“When the offer [to fight Mexico’s Barrera in an exhibition] come – it’s been a tough time for people with mental health [issues] – mental health’s come to the forefront, and we’ve had the lockdowns, and this and that.

“People know the position I was in and how I suffered with it, so if I can put on a show with Marco like I’m expecting to, I think it’ll inspire people. It’ll not only have been good for my wellbeing, but good for a lot of other people’s wellbeing.

“[The exhibition] was offered to me when Covid was still bad, and mental health – I suffer from my mental health – [was being tested].

“Saying to people, ‘We’ve been in Covid; we’ve all been in lockdown; we’ve not been able to do this; we’ve lost family through Covid; we’ve lost friends through Covid; we’ve lost friends through mental health’… What a way to say to people, ‘Remember the state Ricky was in a few years ago; look what you can do when you set your mind to it, to turn things around’. That was another incentive.”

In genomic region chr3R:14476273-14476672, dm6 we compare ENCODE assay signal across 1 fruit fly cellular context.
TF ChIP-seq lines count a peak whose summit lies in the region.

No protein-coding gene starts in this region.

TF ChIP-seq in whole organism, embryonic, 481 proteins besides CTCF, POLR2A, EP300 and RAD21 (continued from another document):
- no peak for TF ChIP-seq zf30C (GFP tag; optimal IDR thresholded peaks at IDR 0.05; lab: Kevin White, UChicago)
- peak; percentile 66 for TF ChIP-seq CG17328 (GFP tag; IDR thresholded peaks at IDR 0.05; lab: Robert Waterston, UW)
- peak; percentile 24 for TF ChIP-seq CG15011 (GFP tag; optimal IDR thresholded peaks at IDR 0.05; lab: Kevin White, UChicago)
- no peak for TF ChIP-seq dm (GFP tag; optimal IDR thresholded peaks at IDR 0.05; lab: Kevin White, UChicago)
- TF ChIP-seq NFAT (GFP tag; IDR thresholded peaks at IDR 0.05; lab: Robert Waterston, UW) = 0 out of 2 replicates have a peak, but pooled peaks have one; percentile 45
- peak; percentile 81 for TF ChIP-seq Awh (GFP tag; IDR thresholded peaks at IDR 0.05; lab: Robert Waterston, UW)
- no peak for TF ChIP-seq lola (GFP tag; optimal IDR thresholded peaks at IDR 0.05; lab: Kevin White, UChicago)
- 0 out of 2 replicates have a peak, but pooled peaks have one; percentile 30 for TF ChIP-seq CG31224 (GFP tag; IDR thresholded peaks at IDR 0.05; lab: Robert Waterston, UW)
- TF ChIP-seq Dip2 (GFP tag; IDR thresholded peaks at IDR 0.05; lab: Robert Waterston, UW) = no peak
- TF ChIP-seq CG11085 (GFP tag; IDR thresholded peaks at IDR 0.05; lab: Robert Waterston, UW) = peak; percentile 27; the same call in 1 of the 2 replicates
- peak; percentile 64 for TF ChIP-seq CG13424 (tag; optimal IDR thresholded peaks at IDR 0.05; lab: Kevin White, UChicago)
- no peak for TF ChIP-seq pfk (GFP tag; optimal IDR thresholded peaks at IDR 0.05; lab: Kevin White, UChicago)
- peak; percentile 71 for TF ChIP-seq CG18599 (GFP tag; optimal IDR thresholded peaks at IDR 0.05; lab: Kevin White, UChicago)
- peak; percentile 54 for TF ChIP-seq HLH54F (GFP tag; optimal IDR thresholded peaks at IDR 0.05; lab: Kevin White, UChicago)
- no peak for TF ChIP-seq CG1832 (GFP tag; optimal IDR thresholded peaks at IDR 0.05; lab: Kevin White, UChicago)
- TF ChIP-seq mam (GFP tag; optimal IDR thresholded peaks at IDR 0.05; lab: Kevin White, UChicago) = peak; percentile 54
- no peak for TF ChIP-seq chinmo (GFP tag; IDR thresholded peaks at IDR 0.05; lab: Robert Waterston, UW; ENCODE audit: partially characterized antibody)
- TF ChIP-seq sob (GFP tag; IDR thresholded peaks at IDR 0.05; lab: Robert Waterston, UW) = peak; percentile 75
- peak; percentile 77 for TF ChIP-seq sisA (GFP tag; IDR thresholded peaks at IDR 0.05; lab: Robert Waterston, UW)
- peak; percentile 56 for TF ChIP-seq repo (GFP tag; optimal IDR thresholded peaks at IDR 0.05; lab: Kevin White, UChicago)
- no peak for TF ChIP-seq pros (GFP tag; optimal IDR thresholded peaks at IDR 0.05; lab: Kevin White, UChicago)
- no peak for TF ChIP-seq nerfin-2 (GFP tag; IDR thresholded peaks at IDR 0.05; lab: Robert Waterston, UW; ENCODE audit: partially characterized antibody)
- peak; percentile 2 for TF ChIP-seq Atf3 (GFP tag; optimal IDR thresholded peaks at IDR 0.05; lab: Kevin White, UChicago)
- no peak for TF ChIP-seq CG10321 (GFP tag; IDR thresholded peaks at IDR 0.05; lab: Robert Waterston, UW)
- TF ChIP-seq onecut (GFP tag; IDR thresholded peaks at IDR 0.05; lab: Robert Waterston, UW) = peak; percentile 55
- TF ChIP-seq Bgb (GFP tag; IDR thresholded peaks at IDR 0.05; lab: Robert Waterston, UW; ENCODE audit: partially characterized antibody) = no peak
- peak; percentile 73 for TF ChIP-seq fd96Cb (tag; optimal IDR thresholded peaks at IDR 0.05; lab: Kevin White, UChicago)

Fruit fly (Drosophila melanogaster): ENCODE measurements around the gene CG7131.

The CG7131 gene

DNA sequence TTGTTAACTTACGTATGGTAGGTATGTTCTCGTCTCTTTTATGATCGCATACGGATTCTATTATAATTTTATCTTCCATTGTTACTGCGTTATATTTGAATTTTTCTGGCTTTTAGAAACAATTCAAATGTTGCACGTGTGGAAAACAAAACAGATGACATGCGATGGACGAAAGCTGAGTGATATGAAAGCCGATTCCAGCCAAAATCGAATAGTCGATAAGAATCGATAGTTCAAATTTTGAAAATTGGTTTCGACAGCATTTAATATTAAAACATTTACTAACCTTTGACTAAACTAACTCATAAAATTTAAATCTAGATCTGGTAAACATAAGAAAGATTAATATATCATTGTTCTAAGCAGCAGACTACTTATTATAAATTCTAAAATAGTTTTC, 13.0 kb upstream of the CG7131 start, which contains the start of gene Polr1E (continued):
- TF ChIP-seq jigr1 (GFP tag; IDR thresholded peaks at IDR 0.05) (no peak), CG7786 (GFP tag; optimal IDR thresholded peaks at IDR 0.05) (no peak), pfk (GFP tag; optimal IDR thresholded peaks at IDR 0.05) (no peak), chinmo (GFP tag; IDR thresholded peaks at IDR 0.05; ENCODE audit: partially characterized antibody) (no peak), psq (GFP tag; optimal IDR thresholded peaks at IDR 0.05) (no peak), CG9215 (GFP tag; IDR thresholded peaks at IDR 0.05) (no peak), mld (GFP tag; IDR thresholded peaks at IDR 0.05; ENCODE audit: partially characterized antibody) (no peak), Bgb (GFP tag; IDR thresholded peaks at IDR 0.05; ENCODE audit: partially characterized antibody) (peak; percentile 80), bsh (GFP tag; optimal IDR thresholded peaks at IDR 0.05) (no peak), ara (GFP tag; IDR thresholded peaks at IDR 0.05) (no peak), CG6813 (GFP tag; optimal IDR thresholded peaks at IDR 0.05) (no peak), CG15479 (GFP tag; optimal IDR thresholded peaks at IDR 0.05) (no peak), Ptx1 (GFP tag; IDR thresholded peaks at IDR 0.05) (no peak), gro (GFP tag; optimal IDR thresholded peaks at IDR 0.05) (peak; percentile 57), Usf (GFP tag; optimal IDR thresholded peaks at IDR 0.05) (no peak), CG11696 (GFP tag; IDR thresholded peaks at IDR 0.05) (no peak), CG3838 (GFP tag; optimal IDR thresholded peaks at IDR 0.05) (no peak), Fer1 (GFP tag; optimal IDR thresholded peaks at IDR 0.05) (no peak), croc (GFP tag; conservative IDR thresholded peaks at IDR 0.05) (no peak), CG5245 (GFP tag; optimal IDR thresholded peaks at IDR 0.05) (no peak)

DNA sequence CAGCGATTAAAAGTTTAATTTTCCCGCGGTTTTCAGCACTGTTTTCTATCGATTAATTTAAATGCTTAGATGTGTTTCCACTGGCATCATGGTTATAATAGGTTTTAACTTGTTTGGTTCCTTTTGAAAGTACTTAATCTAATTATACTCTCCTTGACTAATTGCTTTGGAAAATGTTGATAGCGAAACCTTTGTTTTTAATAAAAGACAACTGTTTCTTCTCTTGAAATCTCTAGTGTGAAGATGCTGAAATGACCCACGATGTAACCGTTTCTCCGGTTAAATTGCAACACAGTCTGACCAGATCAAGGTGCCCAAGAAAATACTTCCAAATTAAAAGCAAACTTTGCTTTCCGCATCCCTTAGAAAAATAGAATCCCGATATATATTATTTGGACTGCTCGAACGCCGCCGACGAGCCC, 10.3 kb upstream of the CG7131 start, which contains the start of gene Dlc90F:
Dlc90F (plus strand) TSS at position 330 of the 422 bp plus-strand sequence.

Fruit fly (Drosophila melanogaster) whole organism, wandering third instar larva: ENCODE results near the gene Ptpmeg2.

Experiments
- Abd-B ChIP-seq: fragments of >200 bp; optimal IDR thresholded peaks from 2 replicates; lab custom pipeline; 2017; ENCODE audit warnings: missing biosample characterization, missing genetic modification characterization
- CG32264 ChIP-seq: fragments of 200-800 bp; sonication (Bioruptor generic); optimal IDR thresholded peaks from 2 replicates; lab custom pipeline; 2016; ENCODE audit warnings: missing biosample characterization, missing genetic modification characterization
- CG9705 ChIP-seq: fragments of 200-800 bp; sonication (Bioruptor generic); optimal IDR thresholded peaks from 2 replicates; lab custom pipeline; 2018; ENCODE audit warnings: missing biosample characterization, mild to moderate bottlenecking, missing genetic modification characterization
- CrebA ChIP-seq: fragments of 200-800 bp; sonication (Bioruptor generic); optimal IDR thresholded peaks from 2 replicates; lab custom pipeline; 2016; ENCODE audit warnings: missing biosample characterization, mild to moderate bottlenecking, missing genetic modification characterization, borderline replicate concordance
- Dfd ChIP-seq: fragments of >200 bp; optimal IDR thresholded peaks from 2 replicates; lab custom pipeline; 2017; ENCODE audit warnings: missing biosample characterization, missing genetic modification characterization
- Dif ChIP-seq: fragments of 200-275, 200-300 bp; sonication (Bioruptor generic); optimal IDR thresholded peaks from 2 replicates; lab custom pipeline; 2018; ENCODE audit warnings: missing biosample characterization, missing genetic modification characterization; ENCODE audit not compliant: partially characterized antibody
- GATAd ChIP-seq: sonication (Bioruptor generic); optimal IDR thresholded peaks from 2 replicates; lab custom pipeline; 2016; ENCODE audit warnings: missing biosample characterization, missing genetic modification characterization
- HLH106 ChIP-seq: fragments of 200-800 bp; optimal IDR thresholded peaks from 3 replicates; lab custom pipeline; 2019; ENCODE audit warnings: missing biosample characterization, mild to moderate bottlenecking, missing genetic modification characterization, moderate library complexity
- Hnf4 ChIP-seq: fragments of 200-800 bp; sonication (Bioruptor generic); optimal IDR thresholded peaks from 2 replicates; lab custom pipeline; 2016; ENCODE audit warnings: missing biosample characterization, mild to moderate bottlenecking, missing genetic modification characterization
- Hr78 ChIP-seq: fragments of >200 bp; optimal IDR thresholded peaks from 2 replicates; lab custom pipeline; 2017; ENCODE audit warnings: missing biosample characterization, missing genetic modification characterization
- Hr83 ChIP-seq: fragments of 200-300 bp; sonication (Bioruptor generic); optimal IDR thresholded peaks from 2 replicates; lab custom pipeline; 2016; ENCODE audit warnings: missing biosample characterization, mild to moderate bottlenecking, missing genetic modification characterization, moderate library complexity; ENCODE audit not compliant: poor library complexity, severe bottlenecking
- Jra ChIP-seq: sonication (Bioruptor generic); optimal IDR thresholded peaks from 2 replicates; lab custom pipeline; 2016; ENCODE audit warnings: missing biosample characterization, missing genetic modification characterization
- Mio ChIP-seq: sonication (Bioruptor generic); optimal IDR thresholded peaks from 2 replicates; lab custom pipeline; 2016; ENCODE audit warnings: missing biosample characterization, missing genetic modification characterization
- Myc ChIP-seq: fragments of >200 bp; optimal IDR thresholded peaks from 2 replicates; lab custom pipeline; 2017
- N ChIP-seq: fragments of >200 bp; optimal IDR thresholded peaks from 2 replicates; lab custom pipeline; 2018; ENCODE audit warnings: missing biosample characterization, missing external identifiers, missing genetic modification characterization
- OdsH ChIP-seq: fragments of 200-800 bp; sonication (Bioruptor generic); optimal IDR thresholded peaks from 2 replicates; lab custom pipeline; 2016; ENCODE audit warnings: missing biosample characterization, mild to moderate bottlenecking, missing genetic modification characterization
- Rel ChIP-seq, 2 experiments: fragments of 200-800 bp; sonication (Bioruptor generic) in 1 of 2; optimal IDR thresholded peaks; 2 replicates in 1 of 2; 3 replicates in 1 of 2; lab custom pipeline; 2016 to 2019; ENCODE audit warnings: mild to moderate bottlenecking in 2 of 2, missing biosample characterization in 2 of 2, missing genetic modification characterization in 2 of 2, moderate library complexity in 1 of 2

Against Ukraine’s Senchenko, Hatton was 34 and returning from three and a half years of inactivity dating back to May 2009 in Las Vegas, where the great Manny Pacquiao had so destructively stopped him inside two rounds.


Pacquiao stopped Hatton in two rounds and he found the end of his career difficult to cope with

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Pacquiao stopped Hatton in two rounds and he found the end of his career difficult to cope with

Despite having established himself among the greatest of all super lightweights and become perhaps Britain’s most popular ever fighter he had found the nature of that defeat and the end of his career so difficult to deal with he spiralled into a damaging cycle of alcoholism and depression, and experienced with cocaine.